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Eating Disorders in Pop Culture


In the industries of acting, singing, and modeling, eating disorders run rampant. People in Hollywood and the public eye often go to great lengths to reach and retain an unrealistic, unhealthy body size while stars with healthy bodies are bashed in the media for their weight. The portrayal of beauty and success in pop culture has a huge negative impact on society, particularly on young girls who are misled to believe that the key to love, success, and happiness is their dress size.

Many aspects of this business are rooted in weight, and those in this world often go to extreme measures to become thin. Some of the celebrities that have publicly discussed their battles with anorexia and bulimia include Lady Gaga, Nicole Scherzinger, and Katie Couric. Runway and fashion models have reportedly gone so far as to starve themselves via IV drips and eat tissues in order to maintain their weight. Industry professionals use image enhancing tools like Photoshop in order to both slim down stars (as Dior recently did with Jennifer Lawrence), and to lessen the appearance of bones that jut out of the pin-thin models that are photographed. Stars such as Jennifer Lawrence, who is slim and fit, but not bone thin are constantly having to defend their bodies; and she has even recently said that she is considered obese in Hollywood. While it is sad to see so many talented, beautiful people suffer, the effect of these images that are idolized are far more sinister and dangerous than we have acknowledged.

Young girls model themselves after their favorite TV characters, singers, and celebrities. In 2002, a study found disturbing data regarding the commonalities of eating disorders as related to Western television. It found that 3 years after this type of popular media was introduced, young girls felt pressured to be thin and look like characters—in a society where full-figured women are traditionally considered the standard of beautiful. In fact, 40% of these 63 subjects reported that after this time lapse, they felt as though their weight was directly correlated to their success…unsurprising, seeing as stars like Lady Gaga, Scherzinger, and Couric all catapulted their careers in the height of their eating disorders. The message that these impressionable young people are receiving is that in order to be successful and beautiful, they have to personify the unattainable beauty that is portrayed on television, often without the knowledge of the extreme measures their idols go to. Even when celebrities do come out and talk about their eating disorders, it is often glamorized and viewed as a means to an end; that disordered eating is going to solve self-esteem problems, and get them to a place they want to be. Obviously, this is a highly harmful way of thinking.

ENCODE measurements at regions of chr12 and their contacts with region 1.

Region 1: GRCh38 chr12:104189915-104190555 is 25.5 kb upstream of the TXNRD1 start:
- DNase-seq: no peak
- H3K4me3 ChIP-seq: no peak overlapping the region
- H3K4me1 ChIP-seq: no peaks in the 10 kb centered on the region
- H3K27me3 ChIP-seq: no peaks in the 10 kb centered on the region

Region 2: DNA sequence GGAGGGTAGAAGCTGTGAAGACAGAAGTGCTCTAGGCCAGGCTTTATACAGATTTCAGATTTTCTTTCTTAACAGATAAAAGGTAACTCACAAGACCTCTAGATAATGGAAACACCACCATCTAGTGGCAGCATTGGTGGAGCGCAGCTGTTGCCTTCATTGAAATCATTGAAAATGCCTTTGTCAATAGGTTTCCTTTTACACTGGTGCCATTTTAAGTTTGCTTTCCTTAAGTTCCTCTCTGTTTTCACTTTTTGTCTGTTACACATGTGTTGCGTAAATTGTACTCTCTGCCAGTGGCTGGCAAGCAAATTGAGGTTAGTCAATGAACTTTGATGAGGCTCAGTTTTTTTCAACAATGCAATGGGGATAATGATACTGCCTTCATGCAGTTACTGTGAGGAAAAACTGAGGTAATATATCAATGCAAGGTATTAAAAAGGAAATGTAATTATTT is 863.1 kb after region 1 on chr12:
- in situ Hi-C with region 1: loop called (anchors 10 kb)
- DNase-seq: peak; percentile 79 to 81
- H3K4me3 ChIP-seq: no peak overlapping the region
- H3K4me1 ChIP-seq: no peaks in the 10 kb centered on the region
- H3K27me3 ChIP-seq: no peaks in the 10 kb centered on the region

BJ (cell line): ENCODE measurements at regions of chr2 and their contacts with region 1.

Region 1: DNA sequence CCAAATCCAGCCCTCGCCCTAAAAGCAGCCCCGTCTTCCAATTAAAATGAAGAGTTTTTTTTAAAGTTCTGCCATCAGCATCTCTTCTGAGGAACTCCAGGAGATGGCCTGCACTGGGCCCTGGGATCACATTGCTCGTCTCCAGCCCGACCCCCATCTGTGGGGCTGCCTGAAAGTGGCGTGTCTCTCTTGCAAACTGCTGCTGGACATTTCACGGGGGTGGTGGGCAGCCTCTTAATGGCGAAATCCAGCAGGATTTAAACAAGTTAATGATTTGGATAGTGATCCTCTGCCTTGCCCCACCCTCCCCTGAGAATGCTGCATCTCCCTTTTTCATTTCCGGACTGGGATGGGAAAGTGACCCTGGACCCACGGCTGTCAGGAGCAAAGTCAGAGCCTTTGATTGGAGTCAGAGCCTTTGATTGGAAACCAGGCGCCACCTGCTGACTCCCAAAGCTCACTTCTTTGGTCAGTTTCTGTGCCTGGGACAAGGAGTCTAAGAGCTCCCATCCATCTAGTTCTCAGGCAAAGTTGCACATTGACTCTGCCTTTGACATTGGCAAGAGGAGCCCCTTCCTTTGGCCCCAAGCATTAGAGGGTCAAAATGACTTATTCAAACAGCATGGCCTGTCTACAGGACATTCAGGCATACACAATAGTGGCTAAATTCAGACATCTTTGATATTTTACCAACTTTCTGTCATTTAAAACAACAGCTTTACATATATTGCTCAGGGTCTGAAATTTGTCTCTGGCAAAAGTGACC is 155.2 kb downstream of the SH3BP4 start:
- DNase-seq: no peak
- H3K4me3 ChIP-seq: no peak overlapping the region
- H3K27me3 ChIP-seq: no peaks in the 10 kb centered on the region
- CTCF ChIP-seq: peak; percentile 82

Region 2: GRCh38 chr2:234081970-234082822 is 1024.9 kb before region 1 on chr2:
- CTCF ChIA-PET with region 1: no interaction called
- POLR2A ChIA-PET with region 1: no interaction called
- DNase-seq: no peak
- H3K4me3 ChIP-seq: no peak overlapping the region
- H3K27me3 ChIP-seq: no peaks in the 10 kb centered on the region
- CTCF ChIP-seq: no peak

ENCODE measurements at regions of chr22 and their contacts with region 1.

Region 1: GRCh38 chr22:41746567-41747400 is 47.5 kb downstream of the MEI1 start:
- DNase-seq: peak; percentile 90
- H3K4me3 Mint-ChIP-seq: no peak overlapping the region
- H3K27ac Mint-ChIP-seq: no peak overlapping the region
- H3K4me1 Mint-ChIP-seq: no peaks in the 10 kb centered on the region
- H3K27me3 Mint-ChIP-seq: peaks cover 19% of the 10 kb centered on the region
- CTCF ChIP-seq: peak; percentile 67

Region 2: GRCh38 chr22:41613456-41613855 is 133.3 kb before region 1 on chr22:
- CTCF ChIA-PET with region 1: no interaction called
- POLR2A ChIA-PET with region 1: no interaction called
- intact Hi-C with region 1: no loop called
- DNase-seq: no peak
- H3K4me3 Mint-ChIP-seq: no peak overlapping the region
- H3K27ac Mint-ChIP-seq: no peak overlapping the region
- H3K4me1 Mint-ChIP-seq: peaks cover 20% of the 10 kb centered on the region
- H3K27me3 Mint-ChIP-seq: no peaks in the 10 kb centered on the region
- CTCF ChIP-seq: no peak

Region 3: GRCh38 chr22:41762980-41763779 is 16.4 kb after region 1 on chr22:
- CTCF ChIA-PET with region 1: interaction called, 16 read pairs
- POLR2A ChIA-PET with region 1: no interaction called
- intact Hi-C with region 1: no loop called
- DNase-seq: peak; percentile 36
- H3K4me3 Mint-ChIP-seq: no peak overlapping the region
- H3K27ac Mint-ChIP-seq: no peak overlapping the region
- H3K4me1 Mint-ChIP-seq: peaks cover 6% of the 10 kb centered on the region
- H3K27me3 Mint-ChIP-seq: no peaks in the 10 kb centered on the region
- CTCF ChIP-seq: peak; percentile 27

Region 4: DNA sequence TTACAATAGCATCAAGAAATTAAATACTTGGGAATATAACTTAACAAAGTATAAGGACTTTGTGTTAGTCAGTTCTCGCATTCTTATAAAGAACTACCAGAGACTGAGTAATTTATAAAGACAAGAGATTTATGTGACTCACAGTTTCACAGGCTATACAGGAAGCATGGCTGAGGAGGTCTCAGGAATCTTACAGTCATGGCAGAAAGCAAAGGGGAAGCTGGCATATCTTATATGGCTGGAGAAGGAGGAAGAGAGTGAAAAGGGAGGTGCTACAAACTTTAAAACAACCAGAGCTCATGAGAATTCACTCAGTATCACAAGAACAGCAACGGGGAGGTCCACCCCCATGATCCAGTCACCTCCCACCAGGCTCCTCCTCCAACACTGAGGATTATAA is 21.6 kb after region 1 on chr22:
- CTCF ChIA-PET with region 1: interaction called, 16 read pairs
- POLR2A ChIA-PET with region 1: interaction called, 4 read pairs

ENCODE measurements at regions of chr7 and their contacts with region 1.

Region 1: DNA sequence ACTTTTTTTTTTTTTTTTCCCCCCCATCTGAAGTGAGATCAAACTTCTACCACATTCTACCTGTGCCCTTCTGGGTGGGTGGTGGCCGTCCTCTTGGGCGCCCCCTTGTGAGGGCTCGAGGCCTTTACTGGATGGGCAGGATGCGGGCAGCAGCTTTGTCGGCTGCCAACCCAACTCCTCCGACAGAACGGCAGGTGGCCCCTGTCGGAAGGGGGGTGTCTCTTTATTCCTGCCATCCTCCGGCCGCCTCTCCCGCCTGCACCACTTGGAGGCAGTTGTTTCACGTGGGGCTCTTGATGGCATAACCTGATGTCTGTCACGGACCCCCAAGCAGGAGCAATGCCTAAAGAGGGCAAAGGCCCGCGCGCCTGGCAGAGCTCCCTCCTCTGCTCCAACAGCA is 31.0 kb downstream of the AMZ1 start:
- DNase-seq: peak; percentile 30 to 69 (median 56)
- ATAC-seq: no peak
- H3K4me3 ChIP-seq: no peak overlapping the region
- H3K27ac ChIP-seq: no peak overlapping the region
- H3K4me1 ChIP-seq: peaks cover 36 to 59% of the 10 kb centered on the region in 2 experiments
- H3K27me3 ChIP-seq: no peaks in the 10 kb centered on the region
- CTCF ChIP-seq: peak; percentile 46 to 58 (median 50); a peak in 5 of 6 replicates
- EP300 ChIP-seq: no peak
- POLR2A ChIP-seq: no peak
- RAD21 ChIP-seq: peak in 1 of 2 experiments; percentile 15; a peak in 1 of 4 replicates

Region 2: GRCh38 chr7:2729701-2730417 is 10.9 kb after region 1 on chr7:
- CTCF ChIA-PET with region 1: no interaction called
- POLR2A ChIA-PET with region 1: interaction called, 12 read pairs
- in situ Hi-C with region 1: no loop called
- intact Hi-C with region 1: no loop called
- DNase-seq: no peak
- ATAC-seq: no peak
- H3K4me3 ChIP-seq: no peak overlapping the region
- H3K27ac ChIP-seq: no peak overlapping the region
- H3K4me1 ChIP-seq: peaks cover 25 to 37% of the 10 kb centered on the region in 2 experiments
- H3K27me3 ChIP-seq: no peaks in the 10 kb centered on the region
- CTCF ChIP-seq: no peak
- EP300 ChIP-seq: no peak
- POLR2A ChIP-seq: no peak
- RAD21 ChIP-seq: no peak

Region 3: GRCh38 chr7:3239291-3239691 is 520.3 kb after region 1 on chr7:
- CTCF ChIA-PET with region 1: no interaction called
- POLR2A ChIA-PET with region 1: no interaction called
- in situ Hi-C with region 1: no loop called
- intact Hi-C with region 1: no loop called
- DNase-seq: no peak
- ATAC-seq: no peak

Anorexia, bulimia, and impossible skinniness are all hallmarks of modern entertainment; from magazines to television to movies. As a society, we focus on extreme thinness as a testament to people’s willpower and beauty rather than as a sign of a potentially fatal illness. Youth become determined to emulate their idols, and go down a path that leads to pain, health problems, and even less self-esteem than they started with. It is important that if we are going to discuss eating disorders in popular media that we begin to focus on recovery and how weight doesn’t determine beauty or success. It is the person who is successful, not the weight of their bones and skin. Today’s generation needs to be reminded of their beauty, and stop being encouraged to reach for unhealthy, unattainable goals. That is our responsibility as a society, especially as Hollywood doesn’t seem to be singing that tune anytime soon.

Works Cited

Desk, News. Ex-Vogue editor says models eat tissues to stay skinny. 04 April 2013. http:/truthdive.com/2013/04/04/Ex-vogue-editor-says-models-eat-tissues-to-stay-skinny/. 04 April 2013.

Stone, Abbey. Celebrity Eating Disorder Confessions: Inspiring or Dangerous? 02 March 2013. http://www.hollywood.com/news/celebrities/55002837/. 04 April 2013.

—. Jennifer Lawrence Talks About Her Weight, Again. 09 November 2012. http://www.hollywood.com/news/celebrities/43959185/. 04 April 2013.

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Written by

A native New Yorker, Bre loves the California scene and writing for Treatment4Addiction. She has been writing content for T4A for five months, and loves to learn new things, form opinions, and send them out to the world. Her interests include dance, singing, acting, talking with friends, being a daughter, and being the best big sister she can to her 16 year old brother. After attending ASU for a few months, she is interested in taking cosmetology classes and exploring her options. She looks forward to learning all she can, and doing something positive with that knowledge and experience.

Filed under: Celebrity News, Conditions and Disorders, Eating disorders · Tags: anorexia, anorexia nervosa, beauty, body image, body size, bulimia, Celebrities, Eating disorders, happiness, Hollywood, Katie Couric, Lady Gaga, love, media, Nicole Scherzinger, pop culture, Self-esteem, society, success, Weight, women, young people

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